Another Social Media Fail – Brought to you (Again) by Malaysia Airlines

It’s a given that 2014 has been a very bad year for Malaysia Airlines. Just about as bad as it can get in the airline industry. In two separate incidents – the crash of flight MH17 in Ukraine and the disappearance of flight MH370 – 510 passengers lost their lives.

In addition to the tragic human loss, the company is now riddled with financial losses that began even before the ML370 “crash” in March. Of course the two tragedies caused an even larger snowball effect as the company is currently faced with insurance payouts, lost planes and crews and a not surprisingly decline in bookings (in the 2nd quarter, average weekly bookings declined 33%).

But heck, thank God they have a marketing and social media team to take passengers’ minds off of things as well as to take the brand to new heights. Right?

Well…not so much.

Just last week, the social media team for Malaysia Airlines had to apologize after sending a very bizarre tweet that was an attempt to promote last-minute holiday travel deals. There’s no need for further set up – here’s the post:

“Want to go somewhere, but don’t know where? Our Year-End Specials might just help.”Malaysia Airline Tweet

Oh dear. Probably not the best slogan if only 8 months ago, you lost a plane that just disappeared without a trace.   Well, one could chalk it up to a possible loss in translation I suppose. But that certainly doesn’t explain another big faux pas that occurred just in September.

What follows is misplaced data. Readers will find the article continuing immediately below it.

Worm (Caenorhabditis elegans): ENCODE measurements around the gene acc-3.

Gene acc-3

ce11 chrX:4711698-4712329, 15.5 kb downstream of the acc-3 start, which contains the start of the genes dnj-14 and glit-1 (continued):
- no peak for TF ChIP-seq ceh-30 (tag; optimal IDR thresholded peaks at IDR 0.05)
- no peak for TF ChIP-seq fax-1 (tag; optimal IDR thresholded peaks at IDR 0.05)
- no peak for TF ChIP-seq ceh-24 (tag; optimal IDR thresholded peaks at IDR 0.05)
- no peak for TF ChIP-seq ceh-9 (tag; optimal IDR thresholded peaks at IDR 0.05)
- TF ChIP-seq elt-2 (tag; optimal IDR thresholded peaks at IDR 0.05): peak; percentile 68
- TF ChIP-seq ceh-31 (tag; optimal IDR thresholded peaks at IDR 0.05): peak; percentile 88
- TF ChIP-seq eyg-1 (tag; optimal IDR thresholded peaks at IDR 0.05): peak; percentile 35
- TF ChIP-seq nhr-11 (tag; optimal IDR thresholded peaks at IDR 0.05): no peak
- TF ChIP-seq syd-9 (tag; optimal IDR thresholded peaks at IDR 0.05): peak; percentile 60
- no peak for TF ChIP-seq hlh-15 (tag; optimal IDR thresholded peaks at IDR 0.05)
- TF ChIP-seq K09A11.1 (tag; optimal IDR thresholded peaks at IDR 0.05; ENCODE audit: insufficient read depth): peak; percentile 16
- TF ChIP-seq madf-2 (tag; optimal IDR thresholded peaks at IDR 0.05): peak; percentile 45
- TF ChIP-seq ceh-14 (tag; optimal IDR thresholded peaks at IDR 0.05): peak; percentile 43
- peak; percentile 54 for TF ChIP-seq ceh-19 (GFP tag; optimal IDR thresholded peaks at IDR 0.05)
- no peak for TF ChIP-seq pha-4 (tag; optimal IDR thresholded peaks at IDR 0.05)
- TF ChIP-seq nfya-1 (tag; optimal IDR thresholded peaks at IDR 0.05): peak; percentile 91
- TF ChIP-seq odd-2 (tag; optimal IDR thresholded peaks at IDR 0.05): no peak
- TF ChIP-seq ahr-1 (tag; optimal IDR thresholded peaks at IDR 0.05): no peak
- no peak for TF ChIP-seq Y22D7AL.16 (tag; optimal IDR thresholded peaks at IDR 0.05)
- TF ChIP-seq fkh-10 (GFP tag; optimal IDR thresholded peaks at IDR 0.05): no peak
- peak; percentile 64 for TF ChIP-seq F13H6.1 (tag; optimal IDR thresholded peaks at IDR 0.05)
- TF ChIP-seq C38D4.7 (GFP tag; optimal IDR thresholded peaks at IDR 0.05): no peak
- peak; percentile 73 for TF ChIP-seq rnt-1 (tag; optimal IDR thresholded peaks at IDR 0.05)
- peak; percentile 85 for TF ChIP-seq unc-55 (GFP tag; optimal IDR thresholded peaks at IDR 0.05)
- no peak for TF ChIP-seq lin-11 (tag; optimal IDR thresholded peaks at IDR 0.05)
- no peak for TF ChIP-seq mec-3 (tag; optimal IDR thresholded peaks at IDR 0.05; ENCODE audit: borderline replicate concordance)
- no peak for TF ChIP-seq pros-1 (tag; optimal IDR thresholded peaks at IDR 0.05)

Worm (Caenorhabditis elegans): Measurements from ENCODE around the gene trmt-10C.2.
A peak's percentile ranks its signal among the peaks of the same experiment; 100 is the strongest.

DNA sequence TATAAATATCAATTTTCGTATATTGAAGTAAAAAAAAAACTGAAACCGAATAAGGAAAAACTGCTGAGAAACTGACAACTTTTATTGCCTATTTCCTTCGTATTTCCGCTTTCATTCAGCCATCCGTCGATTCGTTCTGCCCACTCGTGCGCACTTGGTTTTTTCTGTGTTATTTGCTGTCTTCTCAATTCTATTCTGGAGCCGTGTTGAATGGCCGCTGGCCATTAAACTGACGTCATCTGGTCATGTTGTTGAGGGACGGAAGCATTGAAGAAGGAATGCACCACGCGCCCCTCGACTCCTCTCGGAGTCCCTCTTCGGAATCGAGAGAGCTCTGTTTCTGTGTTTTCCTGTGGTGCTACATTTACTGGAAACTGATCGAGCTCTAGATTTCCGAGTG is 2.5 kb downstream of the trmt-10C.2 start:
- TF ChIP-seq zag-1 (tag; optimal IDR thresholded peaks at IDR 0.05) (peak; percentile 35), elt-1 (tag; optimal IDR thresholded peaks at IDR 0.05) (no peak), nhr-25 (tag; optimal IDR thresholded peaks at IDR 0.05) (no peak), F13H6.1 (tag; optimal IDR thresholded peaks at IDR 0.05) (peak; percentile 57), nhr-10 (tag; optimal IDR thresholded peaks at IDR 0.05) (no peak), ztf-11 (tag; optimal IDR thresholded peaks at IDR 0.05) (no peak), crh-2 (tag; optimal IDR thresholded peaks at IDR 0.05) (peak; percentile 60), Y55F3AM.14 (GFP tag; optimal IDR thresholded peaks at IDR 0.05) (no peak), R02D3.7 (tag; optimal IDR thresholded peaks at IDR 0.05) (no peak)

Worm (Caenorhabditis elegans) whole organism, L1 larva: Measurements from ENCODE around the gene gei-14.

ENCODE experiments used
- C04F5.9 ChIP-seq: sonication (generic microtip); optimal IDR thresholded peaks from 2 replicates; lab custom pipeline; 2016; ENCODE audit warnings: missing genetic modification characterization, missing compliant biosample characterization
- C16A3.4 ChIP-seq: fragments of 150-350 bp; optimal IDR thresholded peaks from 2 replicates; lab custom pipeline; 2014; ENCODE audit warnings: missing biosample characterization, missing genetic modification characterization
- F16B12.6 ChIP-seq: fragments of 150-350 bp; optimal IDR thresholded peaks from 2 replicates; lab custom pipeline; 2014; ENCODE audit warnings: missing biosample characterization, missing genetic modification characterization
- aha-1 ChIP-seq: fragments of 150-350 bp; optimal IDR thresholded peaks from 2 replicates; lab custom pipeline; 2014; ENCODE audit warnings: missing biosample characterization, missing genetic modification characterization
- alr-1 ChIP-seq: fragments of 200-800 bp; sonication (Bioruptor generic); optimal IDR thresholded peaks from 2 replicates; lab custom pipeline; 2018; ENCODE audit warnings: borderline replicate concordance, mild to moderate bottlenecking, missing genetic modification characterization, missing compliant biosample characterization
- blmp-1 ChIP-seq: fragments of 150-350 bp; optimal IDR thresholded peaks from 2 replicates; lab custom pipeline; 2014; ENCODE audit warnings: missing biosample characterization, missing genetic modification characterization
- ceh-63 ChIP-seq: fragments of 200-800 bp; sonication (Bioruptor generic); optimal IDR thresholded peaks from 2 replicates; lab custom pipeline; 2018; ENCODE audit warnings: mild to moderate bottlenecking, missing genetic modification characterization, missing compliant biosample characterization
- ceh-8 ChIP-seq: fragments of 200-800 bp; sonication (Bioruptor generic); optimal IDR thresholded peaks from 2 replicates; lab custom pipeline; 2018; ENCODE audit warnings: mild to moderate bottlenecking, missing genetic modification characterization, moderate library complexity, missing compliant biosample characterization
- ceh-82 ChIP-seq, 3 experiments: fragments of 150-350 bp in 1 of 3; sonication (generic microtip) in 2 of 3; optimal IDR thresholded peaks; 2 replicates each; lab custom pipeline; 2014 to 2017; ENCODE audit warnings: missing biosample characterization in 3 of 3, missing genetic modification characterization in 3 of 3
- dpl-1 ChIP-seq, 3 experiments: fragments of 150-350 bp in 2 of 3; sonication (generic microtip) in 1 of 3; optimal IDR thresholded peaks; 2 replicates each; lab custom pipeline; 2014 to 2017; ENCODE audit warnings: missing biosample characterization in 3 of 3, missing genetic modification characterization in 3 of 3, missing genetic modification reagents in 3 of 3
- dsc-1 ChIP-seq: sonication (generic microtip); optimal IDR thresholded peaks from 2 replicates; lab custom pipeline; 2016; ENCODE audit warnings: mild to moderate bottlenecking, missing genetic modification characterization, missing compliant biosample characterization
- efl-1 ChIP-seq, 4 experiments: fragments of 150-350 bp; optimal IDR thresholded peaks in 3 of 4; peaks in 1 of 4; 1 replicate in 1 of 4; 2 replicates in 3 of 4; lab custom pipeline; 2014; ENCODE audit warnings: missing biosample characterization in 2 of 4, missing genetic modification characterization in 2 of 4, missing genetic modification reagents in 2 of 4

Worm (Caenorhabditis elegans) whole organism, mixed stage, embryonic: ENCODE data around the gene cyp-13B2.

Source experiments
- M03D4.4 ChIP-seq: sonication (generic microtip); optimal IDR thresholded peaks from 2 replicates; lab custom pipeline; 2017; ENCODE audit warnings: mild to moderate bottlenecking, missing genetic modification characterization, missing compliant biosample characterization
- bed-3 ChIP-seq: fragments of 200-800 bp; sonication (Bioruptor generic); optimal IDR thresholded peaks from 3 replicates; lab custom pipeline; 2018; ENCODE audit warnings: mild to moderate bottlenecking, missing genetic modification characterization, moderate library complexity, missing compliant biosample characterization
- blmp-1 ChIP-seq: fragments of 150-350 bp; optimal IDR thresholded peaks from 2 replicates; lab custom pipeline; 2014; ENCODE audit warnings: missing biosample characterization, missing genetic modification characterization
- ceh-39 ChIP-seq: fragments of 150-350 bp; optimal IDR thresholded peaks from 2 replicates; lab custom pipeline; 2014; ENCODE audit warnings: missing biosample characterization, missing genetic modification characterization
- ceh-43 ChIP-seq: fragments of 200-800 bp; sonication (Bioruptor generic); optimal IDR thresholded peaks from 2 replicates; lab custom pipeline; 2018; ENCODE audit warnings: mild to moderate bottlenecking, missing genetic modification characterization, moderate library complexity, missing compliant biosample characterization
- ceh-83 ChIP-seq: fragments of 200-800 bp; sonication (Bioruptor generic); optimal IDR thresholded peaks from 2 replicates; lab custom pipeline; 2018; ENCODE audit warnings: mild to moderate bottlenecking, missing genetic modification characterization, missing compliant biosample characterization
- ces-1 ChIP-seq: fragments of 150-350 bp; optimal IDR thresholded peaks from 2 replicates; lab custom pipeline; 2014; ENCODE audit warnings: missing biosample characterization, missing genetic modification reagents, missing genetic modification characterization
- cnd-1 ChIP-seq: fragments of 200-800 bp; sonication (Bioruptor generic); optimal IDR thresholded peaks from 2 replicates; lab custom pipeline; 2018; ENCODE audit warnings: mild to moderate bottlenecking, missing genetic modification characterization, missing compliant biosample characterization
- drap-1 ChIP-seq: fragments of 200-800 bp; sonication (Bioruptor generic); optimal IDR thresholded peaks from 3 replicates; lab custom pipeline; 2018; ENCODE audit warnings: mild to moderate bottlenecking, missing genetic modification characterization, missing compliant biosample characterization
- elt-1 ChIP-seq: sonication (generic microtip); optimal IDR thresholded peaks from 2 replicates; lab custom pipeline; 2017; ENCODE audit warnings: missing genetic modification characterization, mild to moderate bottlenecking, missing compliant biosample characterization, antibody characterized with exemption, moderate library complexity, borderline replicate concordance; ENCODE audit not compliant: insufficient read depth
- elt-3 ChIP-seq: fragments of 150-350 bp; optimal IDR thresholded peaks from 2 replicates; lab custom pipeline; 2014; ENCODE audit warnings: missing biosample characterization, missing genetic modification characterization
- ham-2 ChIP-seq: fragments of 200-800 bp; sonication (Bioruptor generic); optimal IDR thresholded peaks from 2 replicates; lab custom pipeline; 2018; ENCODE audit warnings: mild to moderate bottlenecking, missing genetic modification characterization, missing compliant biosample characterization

Brilliantly trying to devise ways to inspire and incentivize consumers, the marketing department created a dialogue and contest where it asked folks what types of things and destinations are on their “bucket list.”

Oh yes they did. Not as obviously offensive as the most recent Tweet, but this one is pretty inappropriate too.

I am going to take the high road and blame it on another poor translation. But if that is the case, I would strongly advise Malaysia Airlines, and all global brands, to ensure that they use only native speakers as community managers for their social media channels. I know doing so can be costly, but it can greatly help to reduce these types of incidents from happening.

However, this still wouldn’t necessarily get rid of careless and poorly thought out marketing strategies, would it?

What do you think?




When the Media Kept Presidential Secrets


One of only a few photos of FDR in his wheelchair.

As I watched Ken Burns’ marvelous documentary, “The Roosevelts,” I couldn’t help but notice just how different the role of the national media was at the time. As a public relations practitioner, I am fascinated in particular by the fact that the media entered into and honored a gentlemen’s agreement with Franklin Delano Roosevelt (FDR) and his staff to never publish a photograph of the president in his wheelchair or leg braces.